There is a textual problem in the text that needs to be addressed. It revolves around the controversy of ‘the name’. Four major variants have been recorded and backed by four readings:

  • Πάτερ ἅγιε, τήρησον αὐτοὺς ἐν τῷ ὀνόματί σου, ᾧ δέδωκάς μοι, ἵνα ὦσιν ἓν καθὼς ἡμεῖς (Holy Father, keep them in your Name to which you have given Me that they may be one as we are).
  • Πάτερ ἅγιε, τήρησον αὐτοὺς ἐν τῷ ὀνόματί σου, ὅ δέδωκάς μοι, ἵνα ὦσιν ἓν καθὼς ἡμεῖς (Holy Father, keep them in your Name to which you have given me that they may be one as we are).
  • Πάτερ ἅγιε, τήρησον αὐτοὺς ἐν τῷ ὀνόματί σου, ᾧ ἔδέδωκάς μοι, ἵνα ὦσιν ἓν καθὼς ἡμεῖς (Holy Father, keep them in your Name to which you had given me that they may be one as we are).
  • Πάτερ ἅγιε, τήρησον αὐτοὺς ἐν τῷ ὀνόματί σου, οὕς δέδωκάς μοι, ἵνα ὦσιν ἓν καθὼς ἡμεῖς (Holy Father, keep them in your Name those whom you have given me that they may be one as we are).

The major disparity in these four readings is the different relative pronouns found in them. We observe that reading a, which is read by î60 A B C Δ Θ Ψ 0141 f13, suggests, by the presence of the dative ᾧ, that Jesus pleads with the Father to keep the disciples safe through the name of him (the Father) that he has given Jesus. Reading b, which is read by D* 157 1424 l 1841/2, suggests the same this time around by focusing on the name as the subject of his discussion. Here, the pronoun takes an accusative case ὅ unlike the dative in reading a. Reading c, which is read by î66vid א L W, did not present its controversy in the relative pronoun, but by presenting the verb δίδωμι in an aorist form. Here unlike the first two readings, Jesus implies that the case of the name given is already settled and irreversible. The last reading, which is read by D1 (N* ου for οὕς) 205 1505, veers off from the first three by deemphasising on the name but on those οὕς [whom] were given Jesus. Metzger (2002:213) insists that ‘The reading that best accounts for the origin of the others has also the strongest attestation’. According to him, the reading of ᾧ is difficult, which prompted copyists to replace it with ὅ or the plural οὕς. By Metzger’s opinion then, the first reading is the most authentic reading. By manuscript support and according to Metzger, one looks favourably with reading a, Clarke (2022) supports the belief in this reading by asserting a theological point when he said:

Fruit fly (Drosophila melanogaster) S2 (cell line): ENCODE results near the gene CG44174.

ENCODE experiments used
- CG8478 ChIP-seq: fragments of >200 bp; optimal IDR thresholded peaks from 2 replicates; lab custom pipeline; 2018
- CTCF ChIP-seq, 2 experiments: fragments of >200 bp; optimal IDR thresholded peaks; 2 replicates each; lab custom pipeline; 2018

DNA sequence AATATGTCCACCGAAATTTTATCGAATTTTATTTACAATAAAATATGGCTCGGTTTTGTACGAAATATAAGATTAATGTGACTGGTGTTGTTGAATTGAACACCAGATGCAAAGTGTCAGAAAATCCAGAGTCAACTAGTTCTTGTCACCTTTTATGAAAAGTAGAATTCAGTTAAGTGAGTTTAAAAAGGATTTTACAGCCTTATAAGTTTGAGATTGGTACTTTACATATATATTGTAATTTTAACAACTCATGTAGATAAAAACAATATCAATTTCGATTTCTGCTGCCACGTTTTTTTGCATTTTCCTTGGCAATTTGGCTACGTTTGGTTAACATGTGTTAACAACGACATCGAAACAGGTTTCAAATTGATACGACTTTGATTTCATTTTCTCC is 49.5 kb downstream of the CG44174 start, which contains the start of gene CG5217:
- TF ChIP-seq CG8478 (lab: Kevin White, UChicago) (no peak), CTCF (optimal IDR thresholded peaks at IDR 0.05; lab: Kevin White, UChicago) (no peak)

By the name, here, it is evident that the doctrine or knowledge of the true God is intended as if our Lord had said, ‘Keep them in that doctrine WHICH thou hast given me, that they may be one. (n.d.)

In fact, a thorough study of this text shows that indeed, the original language is quite ambiguous and no final conclusion may yet be reached on the matter.

Summarily, the text of John 17:11 shows Jesus’ passionate plea with the Father to protect those whom he was leaving behind either by making them all be baptised in the Father’s name in order to remain in one body or through partaking in the one right doctrine according to Clarke (2022). However, the bottom line is that Christ expressed concern for disunity and prayed against it.10

Assemblies of God in perspective

The history of Assemblies of God church in Nigeria has been thoroughly researched by Peters (2020) who used both eyewitness reports and interview methods to gather quite a succinct history of that denomination. Peters adumbratively recounted that ‘Assemblies of God Church, Nigeria poses as the mother of Pentecostalism in Nigeria, and such a claim has been backed by a solid history’ (p. 7). He claims to ‘possess first-hand information about the history of AGN from one of its founding fathers, late Papa George Nnorom Alioha’ (p. 7). In his study, Peters also stated that the story of Papa Alioha perfectly agrees with the research of Mbamalu (2016), which makes Mbamalu’s history impeccable. Therefore, a summary of the history of AGN is that the church was started by Pa Ehurie Nwogu after he was born again in 1930 in Port Harcourt, present Rivers State, Nigeria. He succeeded in converting a few of his kinsmen, including Papa Nnorom Alioha (Peters 2020:7). They formed a congregation called ‘the Church of Jesus Christ’ (Mbamalu 2016:1).